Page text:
TIMES of MIDDLE COUNTRY C E N T E R E AC H • S E L D E N • L A K E G R O V E N O R T H
Vol. 14, No. 30
November 8, 2018
$1.00 KYLE BARR
Vet to vet World War II veteran still working as optician to help his fellow war heroes
Also: Hometown Heroes, ‘26 Pebbles’ heads to Mount Sinai High School
SPACE RESERVED FOR SUBSCRIBER ADDRESS
Zeldin wins re-election in tough campaign despite Dem’s success nationally, in state races — story A5
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PAGE A2 • THE TIMES OF MIDDLE COUNTRY • November 08, 2018
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November 08, 2018 • THE TIMES OF MIDDLE COUNTRY • PAGE A3
Centereach raccoon stuck in Long Island dental offices to peanut butter jar rescued offer free care to veterans FRANKI FLORIDIA
A raccoon with his face cramped tight in a peanut butter jar wandered onto a Centereach homeowner’s property Oct. 29, but luckily a local rescue group managed to save its life. The homeowner contacted Frankie Floridia, the president of Strong Island Animal Rescue League, a Sound Beach-based animal rescue group, concerned for the creature’s life. By the time the rescuer arrived, the animal had disappeared. He then set up thermal cameras and told the Centereach resident to call him again if he heard anything more. At 3 a.m. Oct. 30, the creature appeared again, and this time climbed a tall tree. Floridia took a catchpole up a 20-foot ladder to nab the raccoon before getting down on the ground and physically removing the jar as the raccoon squeaked in fear. “It was a high adrenaline moment,” Floridia said. “He was so strong, and that’s to say I’m not a light guy, I’m 175 pounds, but I was pulling and pulling, and we both came off, and I hit the ground hard.”
A raccoon in Centereach wandered into a backyard while its face was stuck in a peanut butter jar.
After the animal had calmed down, he gave one last gracious look to his two rescuers before scampering off. The raccoon even came back the next night for cat food from the homeowner. Floridia said that raccoons often get their faces stuck in jars as they look for food. He added that the raccoon in Centereach most likely had been stuck for close to 24 hours, and it most likely did not have much time to live if it remained in that state without being able to breathe, eat or drink. “I don’t think he had much longer to go,” he said.
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Veterans will be able to spend part of their designated day getting their teeth examined — for free. To honor veterans, Dental365 will be hosting a day of free dental services for all military veterans Sunday, Nov. 11, from 9 a.m. to 3 p.m. at participating locations, including its Centereach office. Dental365, which provides affordable dental care for people of all ages, will offer cleanings, X-rays, full-mouth debridements, comprehensive examinations and other same day services. “Our office is proud to be a part of the Dental365 Veterans Day initiative,” said Dr. Daniel Bienstock of Centereach. “We are looking forward to serving our many veterans on Long Island who greatly deserve our thanks.” There are more than 20 million veterans across the United States with less than 15 percent qualifying for dental care, according to Dental365. Currently, the U.S. Department of Veterans Affairs only provides dental benefits to veterans who are classified as 100 percent disabled, have a service-connected dental condition or have been a prisoner of war. With high costs prohibiting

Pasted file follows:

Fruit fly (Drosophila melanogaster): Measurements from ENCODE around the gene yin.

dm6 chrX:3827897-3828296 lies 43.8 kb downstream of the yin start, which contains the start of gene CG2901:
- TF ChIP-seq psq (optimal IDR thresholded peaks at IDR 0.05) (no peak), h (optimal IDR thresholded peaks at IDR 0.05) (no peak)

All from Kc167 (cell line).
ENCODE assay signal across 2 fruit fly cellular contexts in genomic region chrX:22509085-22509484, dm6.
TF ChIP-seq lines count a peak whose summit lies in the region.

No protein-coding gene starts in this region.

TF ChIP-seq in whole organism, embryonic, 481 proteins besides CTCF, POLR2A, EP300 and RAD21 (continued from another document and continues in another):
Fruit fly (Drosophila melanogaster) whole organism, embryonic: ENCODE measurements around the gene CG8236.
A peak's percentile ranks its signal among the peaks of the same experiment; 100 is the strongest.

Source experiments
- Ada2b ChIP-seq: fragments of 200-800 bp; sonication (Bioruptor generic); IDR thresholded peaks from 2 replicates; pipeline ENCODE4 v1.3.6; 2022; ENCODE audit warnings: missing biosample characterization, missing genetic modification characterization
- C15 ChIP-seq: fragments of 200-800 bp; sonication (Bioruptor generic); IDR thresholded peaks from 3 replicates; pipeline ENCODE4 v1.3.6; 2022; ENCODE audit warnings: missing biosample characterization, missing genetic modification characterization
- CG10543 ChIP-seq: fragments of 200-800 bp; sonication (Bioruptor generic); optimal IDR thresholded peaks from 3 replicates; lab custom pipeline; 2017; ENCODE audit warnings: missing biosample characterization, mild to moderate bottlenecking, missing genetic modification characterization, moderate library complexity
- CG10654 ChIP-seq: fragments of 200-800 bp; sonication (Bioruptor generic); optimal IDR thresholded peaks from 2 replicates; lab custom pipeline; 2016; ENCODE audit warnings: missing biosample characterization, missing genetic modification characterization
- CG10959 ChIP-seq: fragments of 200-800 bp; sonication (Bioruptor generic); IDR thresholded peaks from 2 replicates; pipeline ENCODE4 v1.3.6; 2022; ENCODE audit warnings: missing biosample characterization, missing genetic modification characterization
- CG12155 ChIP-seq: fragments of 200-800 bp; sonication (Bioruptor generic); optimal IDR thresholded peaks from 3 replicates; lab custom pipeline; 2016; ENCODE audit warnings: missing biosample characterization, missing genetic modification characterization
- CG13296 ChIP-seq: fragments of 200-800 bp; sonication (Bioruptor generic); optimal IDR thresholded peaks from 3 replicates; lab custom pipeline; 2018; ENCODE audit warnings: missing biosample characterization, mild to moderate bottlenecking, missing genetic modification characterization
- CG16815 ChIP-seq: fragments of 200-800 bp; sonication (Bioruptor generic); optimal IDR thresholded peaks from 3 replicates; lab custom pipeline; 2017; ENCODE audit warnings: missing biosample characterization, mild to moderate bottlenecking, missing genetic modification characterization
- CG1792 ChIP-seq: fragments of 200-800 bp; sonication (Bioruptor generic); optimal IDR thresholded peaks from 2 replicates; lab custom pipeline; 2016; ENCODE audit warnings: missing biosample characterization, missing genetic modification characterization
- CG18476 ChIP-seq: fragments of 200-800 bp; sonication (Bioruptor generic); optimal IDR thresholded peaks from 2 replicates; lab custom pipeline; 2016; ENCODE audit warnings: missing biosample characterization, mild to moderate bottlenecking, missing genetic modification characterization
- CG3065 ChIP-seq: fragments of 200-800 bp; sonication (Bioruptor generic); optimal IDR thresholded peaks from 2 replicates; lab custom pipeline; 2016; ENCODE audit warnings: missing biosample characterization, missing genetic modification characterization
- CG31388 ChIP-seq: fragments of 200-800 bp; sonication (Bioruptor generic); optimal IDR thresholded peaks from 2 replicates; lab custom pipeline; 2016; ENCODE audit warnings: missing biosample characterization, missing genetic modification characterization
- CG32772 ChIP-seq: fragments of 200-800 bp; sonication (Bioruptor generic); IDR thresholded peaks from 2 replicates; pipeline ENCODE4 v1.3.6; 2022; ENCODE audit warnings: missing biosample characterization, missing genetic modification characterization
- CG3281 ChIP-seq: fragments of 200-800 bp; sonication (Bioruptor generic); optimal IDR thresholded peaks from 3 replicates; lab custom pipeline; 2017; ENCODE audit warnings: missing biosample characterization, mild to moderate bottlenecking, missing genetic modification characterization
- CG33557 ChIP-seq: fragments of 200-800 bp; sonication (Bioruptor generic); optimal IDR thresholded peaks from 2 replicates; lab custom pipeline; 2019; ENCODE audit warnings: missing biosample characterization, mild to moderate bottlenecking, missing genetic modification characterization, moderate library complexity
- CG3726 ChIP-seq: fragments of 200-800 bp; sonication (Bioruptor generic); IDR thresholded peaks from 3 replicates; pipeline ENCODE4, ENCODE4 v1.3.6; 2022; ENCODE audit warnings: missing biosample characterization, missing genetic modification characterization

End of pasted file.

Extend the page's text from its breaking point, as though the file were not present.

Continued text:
myNYCB.com • (877) 786-6560
BY KYLE BARR KYLE@TBRNEWSMEDIA.COM
many veterans from securing additional insurance coverage, many are lacking adequate dental care which can lead to serious, even life-threatening health problems. Participating locations will be accepting walk-ins — alternatively, veterans can schedule an appointment for care by calling 844-6367331. The Centereach office is located at 1946 Middle Country Road. Dental365 has another Long Island office at 4216 Hempstead Turnpike, Bethpage.
— Rita J. Egan
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PAGE A4 • THE TIMES OF MIDDLE COUNTRY • November 08, 2018
Armistice Day and its aftereffects around the world BY CHARLES MORGAN
“Der Krieg ist vorbei.” “La guerre est finie.” “The damned thing is ended.” “Let’s git the hell home.” So it was 100 years ago on Nov. 11, 1918, at 11 a.m. that World War I, the most destructive war in the world at the time, was over. The Germans, French, Austrian-Hungarians, Italians, Turks, British and Americans, among others, had stopped shooting at one another; the Russians had ceased the previous year. At this single juncture, several empires had fallen: the Hohenzollern of Germany, the Romanov of Russia by internal
Communist revolution, the Habsburg of Austria and the Ottoman of Turkey. Even the victors suffered. The British Empire was all but broke; France was gutted; and the United States was becoming aloof as it entered the Roaring Twenties with most people not knowing what the Treaty of Versailles in 1919 was all about. However, there were four more, known as the suburban treaties: St. Germain with Austria, Neuilly with Bulgaria, Trianon with Hungary and Sèvres with Ottoman Turkey. This last one had to be renegotiated at Lausanne in Switzerland in 1923. Germany had to give up Alsace-Lorraine which it had taken from France in 1870. The Germans were limited to an army